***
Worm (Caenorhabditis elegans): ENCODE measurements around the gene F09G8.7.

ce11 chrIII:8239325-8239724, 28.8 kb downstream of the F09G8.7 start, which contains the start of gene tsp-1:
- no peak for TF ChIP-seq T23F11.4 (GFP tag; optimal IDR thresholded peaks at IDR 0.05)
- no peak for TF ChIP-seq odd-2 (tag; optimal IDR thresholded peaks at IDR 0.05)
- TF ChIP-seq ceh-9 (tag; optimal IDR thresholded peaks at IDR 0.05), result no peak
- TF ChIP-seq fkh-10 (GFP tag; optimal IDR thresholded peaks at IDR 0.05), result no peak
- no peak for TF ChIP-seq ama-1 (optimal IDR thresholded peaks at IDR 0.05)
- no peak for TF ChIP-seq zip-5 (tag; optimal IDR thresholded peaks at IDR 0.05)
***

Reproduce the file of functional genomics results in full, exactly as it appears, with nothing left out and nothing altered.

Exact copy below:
Worm (Caenorhabditis elegans): ENCODE measurements around the gene F09G8.7.

ce11 chrIII:8239325-8239724, 28.8 kb downstream of the F09G8.7 start, which contains the start of gene tsp-1:
- no peak for TF ChIP-seq T23F11.4 (GFP tag; optimal IDR thresholded peaks at IDR 0.05)
- no peak for TF ChIP-seq odd-2 (tag; optimal IDR thresholded peaks at IDR 0.05)
- TF ChIP-seq ceh-9 (tag; optimal IDR thresholded peaks at IDR 0.05), result no peak
- TF ChIP-seq fkh-10 (GFP tag; optimal IDR thresholded peaks at IDR 0.05), result no peak
- no peak for TF ChIP-seq ama-1 (optimal IDR thresholded peaks at IDR 0.05)
- no peak for TF ChIP-seq zip-5 (tag; optimal IDR thresholded peaks at IDR 0.05)